Carving out a niche market – Bernie Robertson describes what it takes


In the May 2017 edition of Canadian Insurance Top Broker, Bernie Robertson describes what it takes to specialize in the Mining and Exploration sector:

Bernie Robertson, Corporate Risk Manager, Knox Insurance Brokers, Ltd. handles “everything from an explosives hauler, blasting contractor to diamond core driller exploration companies.”

Having insured the mining and exploration sector for the past 23 years on operations in six countries, you could say he’s dug in.

By getting involved in trade associations and providing them with risk management […] I get a lot of referrals back.”

He’s on the board of the Canadian Institute of Mining and Metallurgy and the Canadian Diamond Drilling Association. “By getting involved in trade associations and providing them with risk management […] I get a lot of referrals back,” he says.

Canadian mining companies have projects worldwide and Robertson has become well known among the mid-tier and smaller operations.

“There seems to be a disconnect within the larger firms in dealing with the small to medium sized accounts. If it doesn’t meet a certain premium threshold […] in most cases they don’t get the same level of service that I provide.”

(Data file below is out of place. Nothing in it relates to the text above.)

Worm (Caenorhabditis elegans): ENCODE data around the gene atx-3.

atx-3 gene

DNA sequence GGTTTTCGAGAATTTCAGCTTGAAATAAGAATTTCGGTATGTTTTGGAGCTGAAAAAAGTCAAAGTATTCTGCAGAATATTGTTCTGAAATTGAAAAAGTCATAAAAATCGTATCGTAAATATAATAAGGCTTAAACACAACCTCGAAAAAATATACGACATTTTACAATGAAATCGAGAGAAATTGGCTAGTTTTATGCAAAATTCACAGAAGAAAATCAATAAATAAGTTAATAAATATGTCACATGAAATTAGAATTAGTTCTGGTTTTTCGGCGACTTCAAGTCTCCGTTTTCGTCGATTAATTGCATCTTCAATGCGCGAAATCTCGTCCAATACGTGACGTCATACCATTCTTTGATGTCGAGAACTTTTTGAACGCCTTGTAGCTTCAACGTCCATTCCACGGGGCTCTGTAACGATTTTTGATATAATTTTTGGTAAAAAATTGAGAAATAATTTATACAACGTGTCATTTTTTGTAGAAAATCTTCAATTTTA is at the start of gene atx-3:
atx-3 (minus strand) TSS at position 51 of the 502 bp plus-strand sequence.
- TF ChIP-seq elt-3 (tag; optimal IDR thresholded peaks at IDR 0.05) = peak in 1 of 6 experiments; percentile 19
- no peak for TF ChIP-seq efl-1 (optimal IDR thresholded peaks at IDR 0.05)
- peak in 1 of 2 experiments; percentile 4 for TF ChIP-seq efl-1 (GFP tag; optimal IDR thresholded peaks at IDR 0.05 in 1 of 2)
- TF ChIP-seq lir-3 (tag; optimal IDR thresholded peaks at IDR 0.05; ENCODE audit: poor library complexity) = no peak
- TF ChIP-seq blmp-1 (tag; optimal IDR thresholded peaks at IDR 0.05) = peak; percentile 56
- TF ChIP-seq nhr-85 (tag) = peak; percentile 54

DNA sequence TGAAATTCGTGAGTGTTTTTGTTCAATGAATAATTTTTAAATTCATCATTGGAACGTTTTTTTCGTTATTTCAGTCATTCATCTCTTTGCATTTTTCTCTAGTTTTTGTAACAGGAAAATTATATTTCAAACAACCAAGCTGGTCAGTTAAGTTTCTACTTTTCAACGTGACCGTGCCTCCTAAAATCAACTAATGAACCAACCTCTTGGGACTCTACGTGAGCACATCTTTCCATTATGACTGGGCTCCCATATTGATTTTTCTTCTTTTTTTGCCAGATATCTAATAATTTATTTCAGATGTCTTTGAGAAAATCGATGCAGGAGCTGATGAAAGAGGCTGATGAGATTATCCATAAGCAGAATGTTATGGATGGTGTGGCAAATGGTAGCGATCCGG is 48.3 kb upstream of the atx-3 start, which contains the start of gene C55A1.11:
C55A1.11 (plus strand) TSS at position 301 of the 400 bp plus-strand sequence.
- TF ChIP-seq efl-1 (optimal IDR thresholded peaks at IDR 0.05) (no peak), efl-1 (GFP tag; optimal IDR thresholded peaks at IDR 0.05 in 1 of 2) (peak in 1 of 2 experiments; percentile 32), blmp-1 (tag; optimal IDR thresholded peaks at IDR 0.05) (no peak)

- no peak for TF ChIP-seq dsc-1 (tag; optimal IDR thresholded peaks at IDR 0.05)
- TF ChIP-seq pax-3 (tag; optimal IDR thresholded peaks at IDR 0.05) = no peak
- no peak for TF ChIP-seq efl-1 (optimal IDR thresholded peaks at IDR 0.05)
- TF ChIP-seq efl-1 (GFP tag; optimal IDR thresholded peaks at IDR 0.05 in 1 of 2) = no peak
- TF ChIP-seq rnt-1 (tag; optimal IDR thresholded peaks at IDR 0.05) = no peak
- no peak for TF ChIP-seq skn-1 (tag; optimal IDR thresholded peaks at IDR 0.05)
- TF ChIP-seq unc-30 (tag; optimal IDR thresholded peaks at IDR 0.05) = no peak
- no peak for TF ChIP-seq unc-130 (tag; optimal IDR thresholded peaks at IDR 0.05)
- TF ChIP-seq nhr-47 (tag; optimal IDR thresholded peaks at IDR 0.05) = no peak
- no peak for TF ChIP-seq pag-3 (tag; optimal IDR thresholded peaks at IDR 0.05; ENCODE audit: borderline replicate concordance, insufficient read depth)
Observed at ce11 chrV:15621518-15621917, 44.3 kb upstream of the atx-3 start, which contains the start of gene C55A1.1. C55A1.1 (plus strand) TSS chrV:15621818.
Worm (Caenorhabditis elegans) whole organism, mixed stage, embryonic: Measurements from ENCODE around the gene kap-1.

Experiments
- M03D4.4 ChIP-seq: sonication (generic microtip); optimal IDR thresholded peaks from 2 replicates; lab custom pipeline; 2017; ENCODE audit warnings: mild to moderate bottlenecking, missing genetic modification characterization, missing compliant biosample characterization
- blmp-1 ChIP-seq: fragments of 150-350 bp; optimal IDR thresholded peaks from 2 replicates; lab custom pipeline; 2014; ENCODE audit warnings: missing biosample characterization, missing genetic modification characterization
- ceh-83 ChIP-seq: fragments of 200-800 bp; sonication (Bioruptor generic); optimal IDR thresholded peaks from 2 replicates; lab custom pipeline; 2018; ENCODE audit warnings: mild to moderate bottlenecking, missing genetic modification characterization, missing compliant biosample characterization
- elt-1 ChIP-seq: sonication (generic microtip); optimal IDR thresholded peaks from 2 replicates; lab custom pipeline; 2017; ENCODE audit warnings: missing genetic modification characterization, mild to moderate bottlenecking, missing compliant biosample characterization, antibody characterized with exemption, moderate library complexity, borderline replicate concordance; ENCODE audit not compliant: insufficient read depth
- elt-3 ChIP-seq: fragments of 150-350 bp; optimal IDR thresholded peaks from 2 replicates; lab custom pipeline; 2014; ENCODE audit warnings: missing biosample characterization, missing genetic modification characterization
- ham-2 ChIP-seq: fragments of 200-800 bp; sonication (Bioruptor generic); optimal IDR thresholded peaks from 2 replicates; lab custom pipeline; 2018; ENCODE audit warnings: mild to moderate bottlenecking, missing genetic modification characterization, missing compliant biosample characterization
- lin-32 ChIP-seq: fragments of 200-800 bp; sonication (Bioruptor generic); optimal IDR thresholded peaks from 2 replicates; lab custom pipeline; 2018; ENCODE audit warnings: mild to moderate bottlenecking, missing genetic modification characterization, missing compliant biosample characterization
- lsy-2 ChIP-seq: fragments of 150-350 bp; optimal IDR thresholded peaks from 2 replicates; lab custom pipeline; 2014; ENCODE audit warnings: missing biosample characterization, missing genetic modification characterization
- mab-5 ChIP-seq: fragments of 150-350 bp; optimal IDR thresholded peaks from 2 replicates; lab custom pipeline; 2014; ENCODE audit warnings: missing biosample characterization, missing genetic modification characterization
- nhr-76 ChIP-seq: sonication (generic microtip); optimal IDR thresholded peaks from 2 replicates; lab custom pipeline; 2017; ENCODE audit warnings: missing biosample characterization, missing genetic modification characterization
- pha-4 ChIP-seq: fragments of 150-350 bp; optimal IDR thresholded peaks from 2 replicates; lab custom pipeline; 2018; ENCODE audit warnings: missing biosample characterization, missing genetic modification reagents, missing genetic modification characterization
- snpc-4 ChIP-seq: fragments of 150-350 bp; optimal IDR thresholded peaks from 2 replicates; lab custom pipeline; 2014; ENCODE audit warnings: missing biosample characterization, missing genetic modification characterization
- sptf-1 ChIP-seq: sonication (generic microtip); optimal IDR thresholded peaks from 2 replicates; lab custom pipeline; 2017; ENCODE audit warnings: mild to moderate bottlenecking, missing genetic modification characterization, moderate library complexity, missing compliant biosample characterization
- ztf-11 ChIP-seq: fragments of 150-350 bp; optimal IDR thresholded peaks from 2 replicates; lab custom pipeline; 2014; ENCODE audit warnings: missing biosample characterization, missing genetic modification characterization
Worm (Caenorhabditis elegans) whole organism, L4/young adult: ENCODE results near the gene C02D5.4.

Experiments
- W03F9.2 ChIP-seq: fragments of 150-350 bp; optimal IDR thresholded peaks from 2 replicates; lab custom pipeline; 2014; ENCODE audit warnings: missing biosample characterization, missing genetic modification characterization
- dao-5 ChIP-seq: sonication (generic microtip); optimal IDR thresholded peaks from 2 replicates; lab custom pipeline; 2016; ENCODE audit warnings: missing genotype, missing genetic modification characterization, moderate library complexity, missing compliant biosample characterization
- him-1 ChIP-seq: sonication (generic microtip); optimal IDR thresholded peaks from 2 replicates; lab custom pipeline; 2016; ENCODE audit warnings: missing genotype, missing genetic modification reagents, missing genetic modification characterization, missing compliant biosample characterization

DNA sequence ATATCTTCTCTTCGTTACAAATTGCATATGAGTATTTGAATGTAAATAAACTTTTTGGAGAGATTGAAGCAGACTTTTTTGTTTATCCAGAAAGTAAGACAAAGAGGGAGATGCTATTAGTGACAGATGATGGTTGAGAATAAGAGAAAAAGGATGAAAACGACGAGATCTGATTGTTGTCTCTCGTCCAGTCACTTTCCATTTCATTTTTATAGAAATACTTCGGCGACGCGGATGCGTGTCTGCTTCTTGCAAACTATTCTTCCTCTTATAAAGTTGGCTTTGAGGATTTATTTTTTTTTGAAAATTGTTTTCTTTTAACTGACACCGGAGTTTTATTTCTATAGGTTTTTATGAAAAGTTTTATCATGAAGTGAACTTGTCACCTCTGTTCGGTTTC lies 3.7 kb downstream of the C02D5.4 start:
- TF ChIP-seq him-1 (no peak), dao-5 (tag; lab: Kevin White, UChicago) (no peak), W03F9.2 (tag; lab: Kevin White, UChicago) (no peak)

A hands-on approach

“I go to the site and I actually look at what the needs are.” That level of attentiveness pays off. In one case, for example, a graphite operation wanted a sprinkler system. “Their cost was $150,000. I came back to them with a proposed work-around […] which reduced the cost down to $40,000, and still met the underwriter’s requirements,” he says. He’s not there to volunteer, however. “I don’t work on commission basis; I charge a fee for service to my accounts.”

Chatting with a hockey buddy in the industry led Robertson to the sector, identifying it as an opportunity to get into an area “not everyone and their dog” already understands.

Specialization takes time

“It took me about seven years to really become a specialist. My expertise developed over time with more exposure to more people; word started getting out that I know what I’m talking about,” he says.

Obtaining that knowledge can’t just be done from a desk, either. “I sat on a remote site for four days in the freezing cold and observed, then completed two days of on-site safety training to get a better understanding of what’s involved in the process.”

Mining companies need the same type of coverage as a small manufacturing company, Robertson explains, but “there are usually more zeros at the end of the numbers”. “As far as risk level goes, we’re not just talking about potential loss of life, but also potential lost production. When you have a major mine down for an extended period, we’re talking millions per day.”

Always keep learning

Robertson understands his research is never complete. Autonomous vehicles, for example, present a new set of challenges.

“It will make the industry a lot of safer, but it will deplete the number of miners that are required,” he says. With cybersecurity in play, “now I’m having new conversations with the companies that are moving into that risk space.”

Granted, Robertson knows it’s harder for younger brokers to carve out a niche market as they have to “align themselves with what management wants,” he says. “But you may have better luck finding your special something within the boundaries of a larger structure,” he says.

To read the rest of the article So, You Want to Specialize, eh? from the May 2017 issue of Canadian Insurance Top Broker:

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